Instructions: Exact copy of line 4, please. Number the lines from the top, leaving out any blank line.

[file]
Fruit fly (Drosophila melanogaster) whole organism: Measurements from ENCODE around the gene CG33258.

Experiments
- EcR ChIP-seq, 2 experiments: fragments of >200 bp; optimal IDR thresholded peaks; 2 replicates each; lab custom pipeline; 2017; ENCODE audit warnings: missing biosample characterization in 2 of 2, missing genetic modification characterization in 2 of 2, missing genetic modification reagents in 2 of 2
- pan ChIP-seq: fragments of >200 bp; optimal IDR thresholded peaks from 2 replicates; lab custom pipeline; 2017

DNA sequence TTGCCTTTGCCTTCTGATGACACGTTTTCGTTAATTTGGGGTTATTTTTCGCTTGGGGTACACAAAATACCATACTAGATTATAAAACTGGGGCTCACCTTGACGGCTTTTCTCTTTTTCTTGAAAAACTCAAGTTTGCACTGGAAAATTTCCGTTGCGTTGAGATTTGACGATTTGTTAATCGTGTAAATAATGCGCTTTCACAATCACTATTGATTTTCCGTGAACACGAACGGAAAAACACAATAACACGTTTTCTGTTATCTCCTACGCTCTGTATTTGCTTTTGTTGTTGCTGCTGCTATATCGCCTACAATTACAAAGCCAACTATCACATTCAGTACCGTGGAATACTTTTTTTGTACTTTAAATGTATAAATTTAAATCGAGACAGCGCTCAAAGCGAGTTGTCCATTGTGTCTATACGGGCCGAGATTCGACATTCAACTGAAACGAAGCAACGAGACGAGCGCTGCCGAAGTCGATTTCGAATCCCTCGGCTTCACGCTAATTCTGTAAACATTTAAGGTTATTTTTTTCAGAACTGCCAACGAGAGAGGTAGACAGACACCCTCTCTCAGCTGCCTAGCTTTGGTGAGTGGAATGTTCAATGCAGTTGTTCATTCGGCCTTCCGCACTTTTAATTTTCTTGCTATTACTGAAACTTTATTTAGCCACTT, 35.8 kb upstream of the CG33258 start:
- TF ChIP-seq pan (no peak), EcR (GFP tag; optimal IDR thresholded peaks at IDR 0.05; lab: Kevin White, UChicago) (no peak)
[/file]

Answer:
- pan ChIP-seq: fragments of >200 bp; optimal IDR thresholded peaks from 2 replicates; lab custom pipeline; 2017